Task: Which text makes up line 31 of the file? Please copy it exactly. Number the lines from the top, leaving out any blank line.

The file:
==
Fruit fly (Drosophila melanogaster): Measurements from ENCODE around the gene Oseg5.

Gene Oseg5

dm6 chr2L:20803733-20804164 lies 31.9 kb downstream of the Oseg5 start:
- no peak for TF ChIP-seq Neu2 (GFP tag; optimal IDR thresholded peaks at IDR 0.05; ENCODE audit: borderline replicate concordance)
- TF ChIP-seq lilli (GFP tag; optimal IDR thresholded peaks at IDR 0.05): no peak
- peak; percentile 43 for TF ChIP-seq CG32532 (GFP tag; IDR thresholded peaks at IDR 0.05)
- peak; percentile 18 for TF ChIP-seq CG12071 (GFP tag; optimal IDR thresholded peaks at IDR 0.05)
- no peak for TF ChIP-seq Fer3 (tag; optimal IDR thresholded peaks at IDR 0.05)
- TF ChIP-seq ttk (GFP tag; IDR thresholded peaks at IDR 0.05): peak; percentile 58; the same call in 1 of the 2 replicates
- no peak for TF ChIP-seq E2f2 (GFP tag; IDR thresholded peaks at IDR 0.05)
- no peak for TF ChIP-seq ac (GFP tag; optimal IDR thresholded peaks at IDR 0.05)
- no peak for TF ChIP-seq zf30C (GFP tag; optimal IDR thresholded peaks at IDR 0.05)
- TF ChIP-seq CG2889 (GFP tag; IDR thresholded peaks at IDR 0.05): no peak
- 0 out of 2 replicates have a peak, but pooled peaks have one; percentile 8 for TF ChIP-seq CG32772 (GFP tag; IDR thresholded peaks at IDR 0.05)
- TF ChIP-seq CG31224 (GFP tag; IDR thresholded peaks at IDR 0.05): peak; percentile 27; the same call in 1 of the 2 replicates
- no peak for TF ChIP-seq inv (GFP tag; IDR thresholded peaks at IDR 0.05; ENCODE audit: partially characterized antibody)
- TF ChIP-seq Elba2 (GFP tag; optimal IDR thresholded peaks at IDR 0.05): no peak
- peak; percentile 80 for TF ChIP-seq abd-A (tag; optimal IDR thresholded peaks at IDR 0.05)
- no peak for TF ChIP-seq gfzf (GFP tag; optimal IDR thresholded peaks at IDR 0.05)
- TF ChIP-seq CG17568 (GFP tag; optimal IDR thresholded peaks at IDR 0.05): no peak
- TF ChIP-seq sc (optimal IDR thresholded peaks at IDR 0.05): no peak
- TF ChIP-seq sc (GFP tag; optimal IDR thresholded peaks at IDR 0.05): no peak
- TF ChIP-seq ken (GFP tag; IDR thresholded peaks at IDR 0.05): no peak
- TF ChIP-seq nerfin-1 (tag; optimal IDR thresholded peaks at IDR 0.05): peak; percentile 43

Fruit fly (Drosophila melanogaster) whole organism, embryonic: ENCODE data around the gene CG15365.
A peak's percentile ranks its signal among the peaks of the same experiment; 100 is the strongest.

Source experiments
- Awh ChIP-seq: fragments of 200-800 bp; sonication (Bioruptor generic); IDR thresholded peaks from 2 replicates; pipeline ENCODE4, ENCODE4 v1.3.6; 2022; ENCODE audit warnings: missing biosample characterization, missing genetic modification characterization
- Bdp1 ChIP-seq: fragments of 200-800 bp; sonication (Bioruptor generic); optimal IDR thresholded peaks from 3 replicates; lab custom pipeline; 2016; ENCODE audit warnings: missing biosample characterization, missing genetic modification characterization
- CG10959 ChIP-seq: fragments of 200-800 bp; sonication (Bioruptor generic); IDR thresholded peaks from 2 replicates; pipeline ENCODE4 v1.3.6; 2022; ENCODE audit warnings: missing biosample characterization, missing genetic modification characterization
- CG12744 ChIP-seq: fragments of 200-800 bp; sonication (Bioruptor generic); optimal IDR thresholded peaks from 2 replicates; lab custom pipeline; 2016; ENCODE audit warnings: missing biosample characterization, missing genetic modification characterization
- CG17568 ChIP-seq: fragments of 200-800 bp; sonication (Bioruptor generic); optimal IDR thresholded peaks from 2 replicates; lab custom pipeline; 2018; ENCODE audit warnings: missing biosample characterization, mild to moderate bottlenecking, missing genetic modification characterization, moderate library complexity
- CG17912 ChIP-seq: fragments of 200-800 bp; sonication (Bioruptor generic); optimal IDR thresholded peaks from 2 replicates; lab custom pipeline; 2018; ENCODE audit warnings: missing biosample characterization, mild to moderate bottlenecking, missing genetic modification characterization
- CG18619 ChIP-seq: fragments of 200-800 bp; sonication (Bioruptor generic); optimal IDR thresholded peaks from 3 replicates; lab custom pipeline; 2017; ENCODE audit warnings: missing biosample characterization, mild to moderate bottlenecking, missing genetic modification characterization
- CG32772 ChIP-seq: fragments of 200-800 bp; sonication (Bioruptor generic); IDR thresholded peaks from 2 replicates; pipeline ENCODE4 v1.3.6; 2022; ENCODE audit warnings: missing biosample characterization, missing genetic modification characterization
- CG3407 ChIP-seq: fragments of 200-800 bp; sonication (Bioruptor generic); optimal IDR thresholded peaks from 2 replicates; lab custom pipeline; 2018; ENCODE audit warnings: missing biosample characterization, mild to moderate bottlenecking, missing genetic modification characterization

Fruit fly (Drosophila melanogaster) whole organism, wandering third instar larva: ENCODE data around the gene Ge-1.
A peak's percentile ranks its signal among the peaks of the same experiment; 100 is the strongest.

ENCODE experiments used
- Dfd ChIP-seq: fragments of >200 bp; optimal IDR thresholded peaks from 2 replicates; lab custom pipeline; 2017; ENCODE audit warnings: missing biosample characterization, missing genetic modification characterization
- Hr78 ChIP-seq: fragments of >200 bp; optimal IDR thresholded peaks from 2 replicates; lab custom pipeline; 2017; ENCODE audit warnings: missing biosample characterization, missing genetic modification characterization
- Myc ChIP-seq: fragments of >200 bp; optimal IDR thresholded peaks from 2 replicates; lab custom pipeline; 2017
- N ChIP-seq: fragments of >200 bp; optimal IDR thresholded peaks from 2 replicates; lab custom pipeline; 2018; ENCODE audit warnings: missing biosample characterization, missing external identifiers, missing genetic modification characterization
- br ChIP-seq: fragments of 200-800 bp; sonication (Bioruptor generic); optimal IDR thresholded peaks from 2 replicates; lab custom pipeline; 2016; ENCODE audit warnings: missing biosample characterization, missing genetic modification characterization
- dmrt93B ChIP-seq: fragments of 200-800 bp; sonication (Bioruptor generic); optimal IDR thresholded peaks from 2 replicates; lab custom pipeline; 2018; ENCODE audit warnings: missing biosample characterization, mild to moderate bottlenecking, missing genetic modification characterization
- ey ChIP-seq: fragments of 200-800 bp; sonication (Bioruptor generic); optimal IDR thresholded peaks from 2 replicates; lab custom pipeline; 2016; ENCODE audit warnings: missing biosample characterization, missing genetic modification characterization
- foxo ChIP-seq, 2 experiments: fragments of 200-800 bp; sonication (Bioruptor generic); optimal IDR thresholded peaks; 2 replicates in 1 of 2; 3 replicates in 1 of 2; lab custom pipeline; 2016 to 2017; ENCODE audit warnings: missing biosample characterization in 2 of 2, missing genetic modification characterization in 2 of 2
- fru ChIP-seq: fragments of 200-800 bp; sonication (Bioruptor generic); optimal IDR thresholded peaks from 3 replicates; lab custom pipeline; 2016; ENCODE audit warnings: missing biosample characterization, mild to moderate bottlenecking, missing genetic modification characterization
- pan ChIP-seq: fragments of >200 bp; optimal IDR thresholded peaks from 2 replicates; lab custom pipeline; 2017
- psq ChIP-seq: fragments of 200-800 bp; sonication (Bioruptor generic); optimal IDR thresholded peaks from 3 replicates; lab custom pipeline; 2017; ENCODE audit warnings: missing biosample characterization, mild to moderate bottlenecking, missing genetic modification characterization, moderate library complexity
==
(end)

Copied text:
- CG12744 ChIP-seq: fragments of 200-800 bp; sonication (Bioruptor generic); optimal IDR thresholded peaks from 2 replicates; lab custom pipeline; 2016; ENCODE audit warnings: missing biosample characterization, missing genetic modification characterization